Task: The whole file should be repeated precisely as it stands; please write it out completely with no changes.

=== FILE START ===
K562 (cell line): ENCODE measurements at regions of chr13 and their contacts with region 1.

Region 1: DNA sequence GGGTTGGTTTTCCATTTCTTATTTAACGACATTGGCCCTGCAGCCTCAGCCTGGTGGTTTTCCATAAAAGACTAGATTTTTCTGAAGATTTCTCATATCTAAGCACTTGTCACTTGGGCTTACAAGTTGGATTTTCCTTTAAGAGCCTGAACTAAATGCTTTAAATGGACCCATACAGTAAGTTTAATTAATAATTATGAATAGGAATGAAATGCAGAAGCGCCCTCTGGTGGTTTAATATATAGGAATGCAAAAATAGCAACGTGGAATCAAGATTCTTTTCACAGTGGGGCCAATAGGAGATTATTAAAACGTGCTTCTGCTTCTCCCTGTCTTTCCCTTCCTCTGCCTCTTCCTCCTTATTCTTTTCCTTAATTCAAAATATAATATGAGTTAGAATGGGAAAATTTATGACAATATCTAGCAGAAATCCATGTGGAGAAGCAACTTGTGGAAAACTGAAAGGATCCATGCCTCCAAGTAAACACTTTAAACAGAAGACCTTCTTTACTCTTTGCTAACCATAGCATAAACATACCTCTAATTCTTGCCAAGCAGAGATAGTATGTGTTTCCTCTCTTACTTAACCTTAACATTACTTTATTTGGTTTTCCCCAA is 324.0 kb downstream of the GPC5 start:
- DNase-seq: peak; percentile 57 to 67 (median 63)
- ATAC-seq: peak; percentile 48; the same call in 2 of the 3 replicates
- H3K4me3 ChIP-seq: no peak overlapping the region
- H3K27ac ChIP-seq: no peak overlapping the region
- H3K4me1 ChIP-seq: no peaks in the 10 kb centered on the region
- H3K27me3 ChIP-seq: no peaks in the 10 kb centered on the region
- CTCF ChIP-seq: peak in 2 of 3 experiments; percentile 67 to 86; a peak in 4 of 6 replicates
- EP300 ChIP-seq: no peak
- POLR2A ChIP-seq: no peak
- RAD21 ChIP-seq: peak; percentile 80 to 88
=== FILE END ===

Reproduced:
K562 (cell line): ENCODE measurements at regions of chr13 and their contacts with region 1.

Region 1: DNA sequence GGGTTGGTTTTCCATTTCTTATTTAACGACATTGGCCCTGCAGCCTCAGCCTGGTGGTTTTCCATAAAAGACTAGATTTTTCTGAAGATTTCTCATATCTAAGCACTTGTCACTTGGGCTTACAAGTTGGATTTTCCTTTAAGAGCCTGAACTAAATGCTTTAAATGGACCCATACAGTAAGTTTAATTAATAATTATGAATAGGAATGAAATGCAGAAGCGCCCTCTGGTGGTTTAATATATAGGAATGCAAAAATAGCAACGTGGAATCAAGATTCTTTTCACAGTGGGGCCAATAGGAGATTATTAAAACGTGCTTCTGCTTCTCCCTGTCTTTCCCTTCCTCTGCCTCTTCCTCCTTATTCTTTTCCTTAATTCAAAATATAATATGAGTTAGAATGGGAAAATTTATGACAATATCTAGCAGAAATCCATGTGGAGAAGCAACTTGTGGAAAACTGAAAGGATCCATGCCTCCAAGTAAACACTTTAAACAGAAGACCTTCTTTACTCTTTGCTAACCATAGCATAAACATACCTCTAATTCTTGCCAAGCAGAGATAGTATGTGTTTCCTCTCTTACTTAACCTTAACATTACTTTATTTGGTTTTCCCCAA is 324.0 kb downstream of the GPC5 start:
- DNase-seq: peak; percentile 57 to 67 (median 63)
- ATAC-seq: peak; percentile 48; the same call in 2 of the 3 replicates
- H3K4me3 ChIP-seq: no peak overlapping the region
- H3K27ac ChIP-seq: no peak overlapping the region
- H3K4me1 ChIP-seq: no peaks in the 10 kb centered on the region
- H3K27me3 ChIP-seq: no peaks in the 10 kb centered on the region
- CTCF ChIP-seq: peak in 2 of 3 experiments; percentile 67 to 86; a peak in 4 of 6 replicates
- EP300 ChIP-seq: no peak
- POLR2A ChIP-seq: no peak
- RAD21 ChIP-seq: peak; percentile 80 to 88